Halina S. Brown is Professor of Environmental Science and Policy at Clark University. Her research focuses on technological innovation for sustainability, environmental policy, sustainable consumption, sustainable system innovation, and small-scale experimentation and learning; with special interests in energy, housing, and transportation. She is a Fellow of American Association for the Advancement of Science and a Fellow of the Society for Risk Analysis, and has served on numerous advisory committees for the National Academy of Science, the EPA, and the Commonwealth of Massachusetts. Dr. Brown is co-Chair of Citizens’ Commission on Energy in Newton, MA. Her main contribution to the project will be visioning and designing and monitoring small scale experiments.

Emmanuel Stefanakis has thirty years of leadership experience in sustainable development globally. He has advised government, private, nonprofit, academic, and international development sectors on policy, strategy and strategy implementation in 40 countries. His project experience focused on market-based tools to improve sustainability. His projects range from financial mechanisms, urban revitalization plans, new towns, corporate privatization, public policy and design/construction for the European Bank for Reconstruction and Development (EBRD), US Agency for International Development (USAID). As an entrepreneur, he implemented sustainable development strategies for profit on affordable, LEED certified housing and recycling of industrial by-products for organic food production. Emmanuel served as President of a college focused on sustainable agriculture, Visiting Professor at the UMass Amherst and faculty in the MBA Program at the Arthur D. Little Management Education Institute. He has designed executive education seminars in the US, Central and Eastern Europe, the former Soviet Union, Southeast Europe and Middle East. He sits on several Boards including the leading renewable energy company in the Caribbean, and the Institute for Global Leadership at Tufts University. He currently serves on the US-Greece Council for the Initiative on Technology Cooperation with the Balkans (ITCB and serves as a entrepreneurial mentor through the MIT Venture Mentoring Service. He earned degrees from Harvard, UPenn, and UMass Amherst.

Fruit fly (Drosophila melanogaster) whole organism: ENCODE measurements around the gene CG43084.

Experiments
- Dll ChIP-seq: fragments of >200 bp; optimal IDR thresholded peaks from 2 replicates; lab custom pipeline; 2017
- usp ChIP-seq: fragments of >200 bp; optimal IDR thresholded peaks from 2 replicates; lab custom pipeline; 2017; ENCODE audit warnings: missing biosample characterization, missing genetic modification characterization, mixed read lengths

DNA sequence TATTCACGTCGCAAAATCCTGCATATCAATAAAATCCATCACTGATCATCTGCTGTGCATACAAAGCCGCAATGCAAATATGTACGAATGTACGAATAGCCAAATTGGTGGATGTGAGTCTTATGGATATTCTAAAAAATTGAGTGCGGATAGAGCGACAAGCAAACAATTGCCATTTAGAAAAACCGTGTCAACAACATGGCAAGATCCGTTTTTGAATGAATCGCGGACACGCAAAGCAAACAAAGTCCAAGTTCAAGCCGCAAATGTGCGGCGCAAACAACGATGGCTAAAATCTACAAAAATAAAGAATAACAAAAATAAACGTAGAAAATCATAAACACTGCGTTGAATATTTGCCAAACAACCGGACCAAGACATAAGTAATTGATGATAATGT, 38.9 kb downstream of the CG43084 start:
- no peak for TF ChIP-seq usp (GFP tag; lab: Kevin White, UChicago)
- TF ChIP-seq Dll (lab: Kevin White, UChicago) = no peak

Pantel S. Vokonas is a senior internist, cardiologist and gerontologist with the Department of Veterans Affairs (VA) Boston Healthcare System. He is also Professor of Medicine and Public Health at the Boston University School of Medicine and the School of Public Health. Since 1984, he has served as Director of the VA Normative Aging Study, a multidisciplinary longitudinal study of the aging process in a cohort of 2,280 initially-healthy men initiated in Boston in 1963. This study has maintained a longstanding focus on both the genetic and environmental determinants of health and disease with advancing age. These factors include the role of life style choices as well as the potential toxic effects of exposure to certain trace metals and multiple components of air pollution. During his clinical and academic career, he has authored or co-authored over 200 clinical/scientific papers and book chapters and is a senior member of several national cardiologic and gerontological societies. Dr. Vokonas completed his undergraduate and medical studies at the Ohio State University and his training in internal medicine at the University of Chicago. He also served as a medical officer in the U.S. Navy followed by cardiology training at Brigham and Women’s Hospital and Harvard Medical School.